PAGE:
James Burrell Rixham, Gunner, Royal Artillery. James was born in Winlaton, Durham in 1853, the son of Jane Rixham. He enlisted at North Shields on 12 March 1874 into the Royal Artillery, and served in China and at Gibraltar over the following years. He then served with No 7 Company, Western Division, Royal Artillery, and was based at Fort Popton, Angle. He died of cirrhosis at Pembroke Dock on 4 December 1893, aged 40, and is buried in Pembroke Dock Military Cemetery.

 

Robert Roberts, Private, 23rd Regiment. Robert was born on 7 October 1860. He served with the 2nd Battalion, Royal Welch Fusiliers, the 23rd Regiment. He died at Pembroke Dock on 25 November 1882, of enteric fever contracted on active service in Egypt. He was 22 years old, and and is buried in Pembroke Dock Military Cemetery.

 

William Robinson, Quartermaster, 36th Regiment. William served as the Quartermaster of the 36th (Herefordshire) Regiment of Foot. He died at Pembroke Dock on 24 March 1878, aged 38, and is buried in Pembroke Dock Military Cemetery.

 

John Roche, Private, Light Infantry. John had been born in 1856, and served with the 13th Light Infantry Regiment. He died at Pembroke Dock in 1871, aged 15, and is buried in Pembroke Dock Military Cemetery.

 

Frank Rusgrove, Smith Corporal, Royal Garrison Artillery. Frank was the son of Albert and Sarah Rusgrove, of Smethwick. He served with No 44 Company, Royal Garrison Artillery. He died at Pembroke Dock on 4 March 1909, aged 25, and is buried in Pembroke Dock Military Cemetery.

 

Frederick Selwood, Private, Wiltshire Regiment. Frederick was the son of Richard and Susannah Selwood, of Shaw, Wiltshire. He served with C Company, 2nd Battalion, Wiltshire Regiment. He died at Pembroke Dock on 16 December 1906, aged 33, and is buried in Pembroke Dock Military Cemetery.

 

Henry James Shaw, Gunner, Royal Artillery. Henry served with the Portsmouth Division, Royal Artillery. He died at Pembroke Dock on 4 October 1884, aged 23, and is buried in Pembroke Dock Military Cemetery. (Death records state Henry Thomas Shaw, while his headstone shows Henry James Shaw).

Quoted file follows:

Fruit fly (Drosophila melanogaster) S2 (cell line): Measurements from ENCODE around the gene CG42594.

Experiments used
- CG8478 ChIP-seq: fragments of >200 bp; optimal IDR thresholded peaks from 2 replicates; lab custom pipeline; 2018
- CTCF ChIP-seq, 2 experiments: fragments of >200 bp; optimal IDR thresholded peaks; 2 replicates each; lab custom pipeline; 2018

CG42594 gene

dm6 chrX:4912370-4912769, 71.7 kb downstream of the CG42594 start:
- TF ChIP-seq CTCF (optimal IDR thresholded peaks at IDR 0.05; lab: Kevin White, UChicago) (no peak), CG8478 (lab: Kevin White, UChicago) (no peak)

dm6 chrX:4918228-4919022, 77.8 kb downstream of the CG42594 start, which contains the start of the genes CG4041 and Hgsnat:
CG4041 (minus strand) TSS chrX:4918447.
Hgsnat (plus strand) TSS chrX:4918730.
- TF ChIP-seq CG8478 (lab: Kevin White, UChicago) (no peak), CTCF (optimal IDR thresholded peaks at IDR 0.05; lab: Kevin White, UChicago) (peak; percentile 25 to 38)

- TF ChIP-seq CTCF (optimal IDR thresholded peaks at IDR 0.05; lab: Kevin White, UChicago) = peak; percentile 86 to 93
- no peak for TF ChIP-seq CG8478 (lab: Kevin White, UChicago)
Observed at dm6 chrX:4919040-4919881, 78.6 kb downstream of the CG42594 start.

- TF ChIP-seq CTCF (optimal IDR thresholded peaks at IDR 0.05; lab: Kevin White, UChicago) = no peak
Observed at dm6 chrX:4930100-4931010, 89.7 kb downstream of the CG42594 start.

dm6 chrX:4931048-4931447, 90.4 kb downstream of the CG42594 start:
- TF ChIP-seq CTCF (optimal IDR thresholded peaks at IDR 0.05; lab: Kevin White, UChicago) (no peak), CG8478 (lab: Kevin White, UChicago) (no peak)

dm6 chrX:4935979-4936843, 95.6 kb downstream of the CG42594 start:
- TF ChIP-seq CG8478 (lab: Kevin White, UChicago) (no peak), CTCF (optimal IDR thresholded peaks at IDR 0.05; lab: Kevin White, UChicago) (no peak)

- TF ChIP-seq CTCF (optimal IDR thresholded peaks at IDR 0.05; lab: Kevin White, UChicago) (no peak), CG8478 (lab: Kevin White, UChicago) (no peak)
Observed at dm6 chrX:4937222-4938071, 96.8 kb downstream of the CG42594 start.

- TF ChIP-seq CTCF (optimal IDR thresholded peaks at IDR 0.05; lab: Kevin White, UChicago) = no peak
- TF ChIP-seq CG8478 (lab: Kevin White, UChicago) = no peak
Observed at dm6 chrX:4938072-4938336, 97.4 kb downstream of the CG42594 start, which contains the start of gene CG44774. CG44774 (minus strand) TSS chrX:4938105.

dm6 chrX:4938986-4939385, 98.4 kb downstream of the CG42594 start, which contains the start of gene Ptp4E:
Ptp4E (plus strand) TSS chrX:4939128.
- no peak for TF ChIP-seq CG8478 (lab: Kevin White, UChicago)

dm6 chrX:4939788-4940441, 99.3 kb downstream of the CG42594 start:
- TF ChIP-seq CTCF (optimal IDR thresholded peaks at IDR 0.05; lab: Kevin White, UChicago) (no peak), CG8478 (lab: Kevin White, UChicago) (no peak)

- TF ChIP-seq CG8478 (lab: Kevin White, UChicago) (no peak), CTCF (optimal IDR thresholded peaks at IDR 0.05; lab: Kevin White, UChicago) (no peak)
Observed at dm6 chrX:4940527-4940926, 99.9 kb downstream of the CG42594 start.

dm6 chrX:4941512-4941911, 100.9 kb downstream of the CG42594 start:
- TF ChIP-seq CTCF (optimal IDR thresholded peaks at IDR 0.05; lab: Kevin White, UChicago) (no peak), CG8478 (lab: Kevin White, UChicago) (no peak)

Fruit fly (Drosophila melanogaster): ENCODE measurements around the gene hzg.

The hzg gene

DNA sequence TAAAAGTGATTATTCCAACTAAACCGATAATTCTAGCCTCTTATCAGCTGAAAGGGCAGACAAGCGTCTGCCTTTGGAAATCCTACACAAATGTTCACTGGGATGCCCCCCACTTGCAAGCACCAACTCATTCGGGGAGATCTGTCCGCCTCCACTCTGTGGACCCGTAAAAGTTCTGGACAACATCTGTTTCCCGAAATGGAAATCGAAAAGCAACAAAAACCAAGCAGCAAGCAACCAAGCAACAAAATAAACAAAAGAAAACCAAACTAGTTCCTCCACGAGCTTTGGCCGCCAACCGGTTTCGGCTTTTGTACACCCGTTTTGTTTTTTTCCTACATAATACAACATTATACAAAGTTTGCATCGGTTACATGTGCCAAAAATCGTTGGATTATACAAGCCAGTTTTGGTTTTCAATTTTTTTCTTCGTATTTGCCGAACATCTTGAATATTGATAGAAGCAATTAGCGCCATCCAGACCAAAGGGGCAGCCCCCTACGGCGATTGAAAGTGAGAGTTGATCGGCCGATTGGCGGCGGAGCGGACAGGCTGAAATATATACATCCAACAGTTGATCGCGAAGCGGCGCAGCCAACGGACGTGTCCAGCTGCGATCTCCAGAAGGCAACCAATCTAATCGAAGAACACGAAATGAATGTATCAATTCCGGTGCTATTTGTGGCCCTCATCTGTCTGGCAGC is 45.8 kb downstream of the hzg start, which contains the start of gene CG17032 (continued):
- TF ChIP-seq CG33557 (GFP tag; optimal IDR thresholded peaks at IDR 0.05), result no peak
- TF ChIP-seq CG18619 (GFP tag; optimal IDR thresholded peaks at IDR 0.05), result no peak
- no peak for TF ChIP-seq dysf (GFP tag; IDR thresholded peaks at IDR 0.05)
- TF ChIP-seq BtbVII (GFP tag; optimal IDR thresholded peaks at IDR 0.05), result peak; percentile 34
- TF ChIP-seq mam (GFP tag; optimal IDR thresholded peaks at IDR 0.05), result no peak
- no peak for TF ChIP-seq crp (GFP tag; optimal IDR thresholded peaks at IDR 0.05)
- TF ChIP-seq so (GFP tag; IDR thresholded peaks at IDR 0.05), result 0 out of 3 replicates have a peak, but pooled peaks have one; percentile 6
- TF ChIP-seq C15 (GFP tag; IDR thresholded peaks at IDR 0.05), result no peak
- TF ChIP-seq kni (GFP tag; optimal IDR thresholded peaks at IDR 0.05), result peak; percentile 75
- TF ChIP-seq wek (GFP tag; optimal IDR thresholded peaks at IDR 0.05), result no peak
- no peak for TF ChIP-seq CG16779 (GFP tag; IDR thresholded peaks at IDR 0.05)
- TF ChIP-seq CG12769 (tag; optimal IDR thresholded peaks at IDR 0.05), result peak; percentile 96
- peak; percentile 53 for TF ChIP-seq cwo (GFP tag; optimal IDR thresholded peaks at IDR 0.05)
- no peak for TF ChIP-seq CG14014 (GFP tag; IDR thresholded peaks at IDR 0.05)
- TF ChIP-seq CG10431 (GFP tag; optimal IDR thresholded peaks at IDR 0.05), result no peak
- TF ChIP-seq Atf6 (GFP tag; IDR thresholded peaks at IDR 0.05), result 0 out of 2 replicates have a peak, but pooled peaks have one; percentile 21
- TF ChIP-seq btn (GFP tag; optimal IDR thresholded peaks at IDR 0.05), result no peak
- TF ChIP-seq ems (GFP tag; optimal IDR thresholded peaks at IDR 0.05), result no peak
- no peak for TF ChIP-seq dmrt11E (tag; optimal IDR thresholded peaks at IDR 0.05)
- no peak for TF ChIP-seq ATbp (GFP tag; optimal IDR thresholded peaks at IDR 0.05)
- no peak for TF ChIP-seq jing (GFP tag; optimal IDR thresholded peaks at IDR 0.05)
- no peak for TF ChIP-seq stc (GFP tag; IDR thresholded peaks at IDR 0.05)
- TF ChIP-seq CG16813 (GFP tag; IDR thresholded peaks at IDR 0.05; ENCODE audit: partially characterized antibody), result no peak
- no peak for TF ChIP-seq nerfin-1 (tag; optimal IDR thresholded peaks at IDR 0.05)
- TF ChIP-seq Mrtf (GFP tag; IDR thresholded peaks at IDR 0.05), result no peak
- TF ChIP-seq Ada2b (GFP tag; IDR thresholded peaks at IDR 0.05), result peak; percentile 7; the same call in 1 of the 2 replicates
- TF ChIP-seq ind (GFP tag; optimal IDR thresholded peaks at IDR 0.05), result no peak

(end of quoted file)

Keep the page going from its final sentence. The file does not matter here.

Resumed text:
Henry Sherwood, Gunner, Royal Artillery. Henry was born at Streatley, Berkshire in 1865, the son of Thomas Sherwood. He enlisted on 12 December 1884 into the Royal Artillery. He served with No 4 Battery, 1st Brigade, Portsmouth Division, Royal Artillery. He died of diabetes at Pembroke Dock on 18 February 1885, aged 20, and is buried in Pembroke Dock Military Cemetery.

 

Joseph Singleton, Fleet Paymaster, Royal Navy. Joseph served as Fleet Paymaster aboard the 74 gun ship, HMS Saturn. She had taken part in the War of 1812, but had been based at Pembroke Dock since 1825, manning the Milford Haven defences. Joseph died of apoplexy at Pembroke Dock on 22 October 1865, aged 40, and was buried with full military honours in Pembroke Dock Military Cemetery.

 

Harry Smith, Private, Wiltshire Regiment. Harry served with C Company, 2nd Battalion, Wiltshire Regiment. He died at Pembroke Dock on 28 February 1906, aged 20, and is buried in Pembroke Dock Military Cemetery.

 

Michael Stackpoole, Sergeant, Royal Munster Fusiliers. The headstone is very worn, but it appears that Michael served with the 1st Battalion, Royal Munster Fusiliers. He died at Pembroke Dock on 21 July 1884, aged 27, and is buried in Pembroke Dock Military Cemetery.

 

Charles Stevens, Mess Manager, Hampshire Regiment. Charles had been the Mess Manager for the 37th (North Hampshire) Regiment of Foot for nine years, and died at Pembroke Dock on 16 December 1879, aged 59. He is buried in Pembroke Dock Military Cemetery.

 

William Sullivan, Sergeant, Royal Marines. William served with the 1st Battalion, Royal Marines. He died at Pembroke Dock on 1 October 1885, aged 26, and is buried in Pembroke Dock Military Cemetery.